Mr. Deshapriya pointed out that the wealth of election management experience is usefully pooled through collaboration within the region and internationally. Direct links exist for such pooling with Election Management Bodies like India’s Election Commission, regional bodies like the Federation of Election Management Bodies of South Asia (FEMBoSA, of which Sri Lanka is the present Chairman), and independent nonprofits like the International Foundation for Electoral Systems, IFES, which is often the implementing partner for USAID aid to Sri Lanka in election-related projects.
The talk was followed by a lively discussion. Former Chief Minister Varatharaja Perumal asked why, despite low-caste numbers going up, we do not see low-caste representation among representatives. The TNA’s Mr. C.V.K. Sivagnanam said there are no serious problems and the EPDP’s Chandrakanthan said problems should be solved internally. Prof. Hoole disagreed and alleged “a sinister” plot to deny lower castes their seats through gerrymandered delimitation. He argued for special seat allocations for the lower castes like those being considered for women.
Someone asked about postal voting. Mr. Deshapriya believed that the only way around this is to give election officials and the police assisting them the ballot to be exercised in the normal way in front of officials at a special election station (close to where they are on duty, rather than where they live according to present law). This he would support but not a postal ballot. Hoole asked what assurance there is, when workers in the Middle East surrender their passports to their employers and recruitment agents, that their ballot papers also will not be taken over. Mr. Deshapriya agreed that was the problems and pointed out that even our ambassadors cannot vote because they live away from home. He added that even if workers are given the right to vote at the embassy, most employers will not give time-off for their employees to travel miles to the embassy.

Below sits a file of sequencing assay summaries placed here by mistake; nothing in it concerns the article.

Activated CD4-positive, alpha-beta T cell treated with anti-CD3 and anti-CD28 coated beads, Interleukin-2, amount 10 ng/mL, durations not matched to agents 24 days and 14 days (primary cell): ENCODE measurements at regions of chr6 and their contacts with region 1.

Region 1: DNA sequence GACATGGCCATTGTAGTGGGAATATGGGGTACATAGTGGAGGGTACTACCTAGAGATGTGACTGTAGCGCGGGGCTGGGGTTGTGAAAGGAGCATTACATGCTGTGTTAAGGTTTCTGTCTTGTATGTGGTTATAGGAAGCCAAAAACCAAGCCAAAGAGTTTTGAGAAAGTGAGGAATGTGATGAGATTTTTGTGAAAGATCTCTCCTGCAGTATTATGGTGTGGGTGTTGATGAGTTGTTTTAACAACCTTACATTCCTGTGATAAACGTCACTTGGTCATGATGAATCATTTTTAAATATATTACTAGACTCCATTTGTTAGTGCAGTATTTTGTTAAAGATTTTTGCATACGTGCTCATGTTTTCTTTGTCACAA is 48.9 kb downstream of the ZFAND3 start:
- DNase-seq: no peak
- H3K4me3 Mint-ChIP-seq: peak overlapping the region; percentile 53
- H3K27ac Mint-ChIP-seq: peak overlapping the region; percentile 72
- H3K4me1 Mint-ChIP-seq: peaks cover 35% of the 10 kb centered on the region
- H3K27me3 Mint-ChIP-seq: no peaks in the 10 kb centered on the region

Discussions on mixing First-Past-the-Post with Proportional Representation and increasing women’s representation naturally followed. Asked whether those defeated in the polls should be nominated as National List MPs, without answering directly, Mr. Deshapriya cited the example of Mr. Appapillai Amirthalingam being defeated in the Eastern Province and then nominated as MP. Mr. Deshapriya’s wealth of experience in working with the now defunct Elections Department and finger-tip information on things like Amirthalingam’s nomination are what made the discussions so useful to everyone.
The vote of thanks was delivered on behalf of the forum by Mr. Sivagnanam, Leader of the House at the Northern Provincial Council.
The Managers’ Forum is a registered, Jaffna-based, independent think-tank of over 1000 managers, professionals and academics. The Forum has conducted over 184 seminars on various topics of public interest since the year 2007. Vivekananthan Niranjan is presently the Forum’s Convener.
Punitham / February 17, 2016
Thank you, Niranjan.
justice / February 17, 2016
Who can, or how will, citizens be categorised as “low caste”?
Is this not an injustice to citizens so categorised?
Such categorisation does not exist in any other country.
It will give the nothern provincial council an “international pariah” status.
It is surprising that this topic even came up at the meeting.
Who are these so-called “high caste” persons who had the gumption to even mention this?
By what parameters do they claim to be “high caste”?
Is it mentioned in their birth certificates?
How about a mechanism to allow citizens abroad – not only the workers in the middle east – who still have Sri Lanka passports, to vote at elections?
Nada thamil / February 18, 2016
I will try to answer your questions……